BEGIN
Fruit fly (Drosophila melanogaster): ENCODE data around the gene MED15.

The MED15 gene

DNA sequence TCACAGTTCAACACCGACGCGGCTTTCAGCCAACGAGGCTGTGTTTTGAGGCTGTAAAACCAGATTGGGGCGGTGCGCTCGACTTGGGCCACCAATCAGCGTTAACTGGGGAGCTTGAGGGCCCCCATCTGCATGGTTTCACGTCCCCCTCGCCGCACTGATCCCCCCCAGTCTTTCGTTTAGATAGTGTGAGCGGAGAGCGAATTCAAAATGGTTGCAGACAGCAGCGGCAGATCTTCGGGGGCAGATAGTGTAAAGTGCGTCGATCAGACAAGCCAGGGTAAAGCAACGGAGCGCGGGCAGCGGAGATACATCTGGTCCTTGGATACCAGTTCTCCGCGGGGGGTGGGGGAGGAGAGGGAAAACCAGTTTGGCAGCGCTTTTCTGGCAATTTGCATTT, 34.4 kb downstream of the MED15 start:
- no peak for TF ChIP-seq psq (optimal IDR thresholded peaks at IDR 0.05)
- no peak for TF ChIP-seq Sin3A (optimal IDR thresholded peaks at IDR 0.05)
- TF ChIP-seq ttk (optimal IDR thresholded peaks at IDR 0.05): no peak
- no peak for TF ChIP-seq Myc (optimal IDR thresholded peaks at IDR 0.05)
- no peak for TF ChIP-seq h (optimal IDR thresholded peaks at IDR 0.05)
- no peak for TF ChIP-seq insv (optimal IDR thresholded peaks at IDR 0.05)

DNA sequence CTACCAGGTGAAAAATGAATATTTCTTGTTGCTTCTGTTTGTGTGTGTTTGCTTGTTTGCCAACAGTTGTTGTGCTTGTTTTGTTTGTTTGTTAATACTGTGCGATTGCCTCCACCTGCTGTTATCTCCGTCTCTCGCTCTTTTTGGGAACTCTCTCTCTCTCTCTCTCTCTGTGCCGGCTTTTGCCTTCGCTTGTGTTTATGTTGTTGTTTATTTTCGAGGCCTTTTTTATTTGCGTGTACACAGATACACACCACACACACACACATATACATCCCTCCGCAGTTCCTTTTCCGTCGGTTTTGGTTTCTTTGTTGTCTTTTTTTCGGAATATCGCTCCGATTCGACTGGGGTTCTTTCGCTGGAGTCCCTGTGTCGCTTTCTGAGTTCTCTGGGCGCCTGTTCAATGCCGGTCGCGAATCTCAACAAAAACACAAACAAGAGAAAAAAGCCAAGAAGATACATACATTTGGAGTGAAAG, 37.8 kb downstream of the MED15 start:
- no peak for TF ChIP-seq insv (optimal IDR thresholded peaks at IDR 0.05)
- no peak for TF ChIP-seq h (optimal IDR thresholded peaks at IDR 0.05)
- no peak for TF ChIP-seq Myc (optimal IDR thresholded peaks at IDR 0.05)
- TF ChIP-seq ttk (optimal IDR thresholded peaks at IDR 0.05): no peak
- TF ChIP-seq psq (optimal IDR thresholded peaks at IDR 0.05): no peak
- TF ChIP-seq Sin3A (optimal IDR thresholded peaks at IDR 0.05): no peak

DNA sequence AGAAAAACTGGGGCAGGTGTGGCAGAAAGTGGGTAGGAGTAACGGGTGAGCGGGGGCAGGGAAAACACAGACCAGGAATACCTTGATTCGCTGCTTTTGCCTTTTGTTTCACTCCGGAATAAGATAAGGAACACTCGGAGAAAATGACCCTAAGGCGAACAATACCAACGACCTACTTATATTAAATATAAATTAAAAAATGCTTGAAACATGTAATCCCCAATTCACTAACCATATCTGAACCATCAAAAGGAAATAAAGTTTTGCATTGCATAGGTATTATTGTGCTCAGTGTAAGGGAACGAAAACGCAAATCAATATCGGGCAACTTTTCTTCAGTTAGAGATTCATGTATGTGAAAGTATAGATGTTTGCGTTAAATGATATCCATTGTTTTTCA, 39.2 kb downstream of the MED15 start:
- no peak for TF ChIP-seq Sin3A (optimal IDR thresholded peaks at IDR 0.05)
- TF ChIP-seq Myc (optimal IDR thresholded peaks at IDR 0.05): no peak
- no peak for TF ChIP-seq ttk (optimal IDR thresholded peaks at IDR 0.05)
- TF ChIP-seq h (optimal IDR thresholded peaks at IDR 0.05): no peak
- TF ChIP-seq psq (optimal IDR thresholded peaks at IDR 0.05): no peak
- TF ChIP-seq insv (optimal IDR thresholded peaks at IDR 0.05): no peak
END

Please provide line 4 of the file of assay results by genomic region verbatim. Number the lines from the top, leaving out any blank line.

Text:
- no peak for TF ChIP-seq psq (optimal IDR thresholded peaks at IDR 0.05)